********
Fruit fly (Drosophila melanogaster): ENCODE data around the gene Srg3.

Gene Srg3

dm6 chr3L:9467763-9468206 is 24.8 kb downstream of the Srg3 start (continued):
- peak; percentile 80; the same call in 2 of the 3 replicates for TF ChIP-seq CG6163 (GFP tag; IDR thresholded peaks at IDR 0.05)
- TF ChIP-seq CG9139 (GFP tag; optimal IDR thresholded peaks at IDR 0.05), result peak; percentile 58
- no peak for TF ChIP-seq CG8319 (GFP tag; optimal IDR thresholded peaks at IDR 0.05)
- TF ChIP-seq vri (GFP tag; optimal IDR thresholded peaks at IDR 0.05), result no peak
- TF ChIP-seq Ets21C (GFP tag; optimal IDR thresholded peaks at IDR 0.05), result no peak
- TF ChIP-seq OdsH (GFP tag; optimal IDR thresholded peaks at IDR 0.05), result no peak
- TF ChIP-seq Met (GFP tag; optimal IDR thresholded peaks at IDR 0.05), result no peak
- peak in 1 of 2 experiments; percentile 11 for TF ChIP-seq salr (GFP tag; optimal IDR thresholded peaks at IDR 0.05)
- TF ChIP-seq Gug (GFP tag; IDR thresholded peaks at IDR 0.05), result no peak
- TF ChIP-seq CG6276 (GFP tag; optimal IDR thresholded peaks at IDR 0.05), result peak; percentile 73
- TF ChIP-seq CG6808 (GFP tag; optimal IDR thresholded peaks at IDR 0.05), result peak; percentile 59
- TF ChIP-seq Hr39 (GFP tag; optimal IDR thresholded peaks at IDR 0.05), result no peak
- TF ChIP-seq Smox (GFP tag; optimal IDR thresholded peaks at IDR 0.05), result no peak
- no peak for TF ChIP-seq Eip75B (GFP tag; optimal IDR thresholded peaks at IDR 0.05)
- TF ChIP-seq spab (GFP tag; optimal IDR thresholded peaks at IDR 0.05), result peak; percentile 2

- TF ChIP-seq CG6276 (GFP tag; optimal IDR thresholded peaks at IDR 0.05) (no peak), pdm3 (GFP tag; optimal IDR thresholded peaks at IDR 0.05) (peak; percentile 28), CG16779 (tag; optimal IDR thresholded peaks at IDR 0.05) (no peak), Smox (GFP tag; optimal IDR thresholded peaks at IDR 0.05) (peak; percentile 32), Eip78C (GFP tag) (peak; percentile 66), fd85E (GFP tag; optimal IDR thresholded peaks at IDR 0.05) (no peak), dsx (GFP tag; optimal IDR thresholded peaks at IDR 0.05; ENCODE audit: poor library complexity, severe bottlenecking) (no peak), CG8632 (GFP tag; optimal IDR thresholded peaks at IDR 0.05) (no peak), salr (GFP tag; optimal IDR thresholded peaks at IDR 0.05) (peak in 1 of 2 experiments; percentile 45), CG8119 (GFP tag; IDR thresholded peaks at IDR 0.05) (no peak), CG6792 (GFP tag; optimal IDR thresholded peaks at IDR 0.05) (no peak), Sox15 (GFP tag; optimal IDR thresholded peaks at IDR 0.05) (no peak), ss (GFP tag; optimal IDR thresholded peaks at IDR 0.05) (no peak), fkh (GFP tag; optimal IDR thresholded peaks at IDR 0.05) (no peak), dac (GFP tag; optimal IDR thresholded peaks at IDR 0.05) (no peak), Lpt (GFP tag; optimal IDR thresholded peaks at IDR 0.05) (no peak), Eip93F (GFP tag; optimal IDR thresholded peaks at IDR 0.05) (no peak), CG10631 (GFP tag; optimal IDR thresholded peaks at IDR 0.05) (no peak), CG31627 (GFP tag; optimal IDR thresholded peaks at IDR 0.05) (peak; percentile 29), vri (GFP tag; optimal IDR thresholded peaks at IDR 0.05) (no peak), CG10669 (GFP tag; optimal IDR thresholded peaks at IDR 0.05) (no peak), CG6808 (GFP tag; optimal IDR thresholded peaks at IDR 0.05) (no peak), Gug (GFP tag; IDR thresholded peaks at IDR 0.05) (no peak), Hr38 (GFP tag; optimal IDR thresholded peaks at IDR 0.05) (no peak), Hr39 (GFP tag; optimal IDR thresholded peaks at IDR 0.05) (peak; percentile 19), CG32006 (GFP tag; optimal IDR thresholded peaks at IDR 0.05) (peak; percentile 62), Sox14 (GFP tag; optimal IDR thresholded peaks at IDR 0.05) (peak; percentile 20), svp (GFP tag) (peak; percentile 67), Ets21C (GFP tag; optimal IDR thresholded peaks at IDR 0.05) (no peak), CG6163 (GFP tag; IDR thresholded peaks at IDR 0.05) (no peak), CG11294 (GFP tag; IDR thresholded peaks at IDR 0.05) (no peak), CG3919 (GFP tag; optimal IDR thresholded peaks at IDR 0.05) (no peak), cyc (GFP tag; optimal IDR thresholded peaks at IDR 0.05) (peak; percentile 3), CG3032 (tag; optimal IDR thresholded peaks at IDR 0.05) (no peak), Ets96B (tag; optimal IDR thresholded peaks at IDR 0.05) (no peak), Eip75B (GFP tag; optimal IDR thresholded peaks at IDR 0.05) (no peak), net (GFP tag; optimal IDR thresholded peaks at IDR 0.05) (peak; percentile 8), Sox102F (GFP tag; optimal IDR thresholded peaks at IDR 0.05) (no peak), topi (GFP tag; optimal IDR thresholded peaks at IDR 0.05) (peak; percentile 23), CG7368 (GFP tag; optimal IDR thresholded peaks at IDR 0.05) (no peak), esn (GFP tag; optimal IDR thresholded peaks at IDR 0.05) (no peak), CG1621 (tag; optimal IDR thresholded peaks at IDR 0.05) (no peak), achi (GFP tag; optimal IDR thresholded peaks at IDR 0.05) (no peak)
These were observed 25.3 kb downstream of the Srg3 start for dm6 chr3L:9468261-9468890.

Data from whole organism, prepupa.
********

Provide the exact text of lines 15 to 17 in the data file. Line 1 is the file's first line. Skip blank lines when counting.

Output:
- TF ChIP-seq Hr39 (GFP tag; optimal IDR thresholded peaks at IDR 0.05), result no peak
- TF ChIP-seq Smox (GFP tag; optimal IDR thresholded peaks at IDR 0.05), result no peak
- no peak for TF ChIP-seq Eip75B (GFP tag; optimal IDR thresholded peaks at IDR 0.05)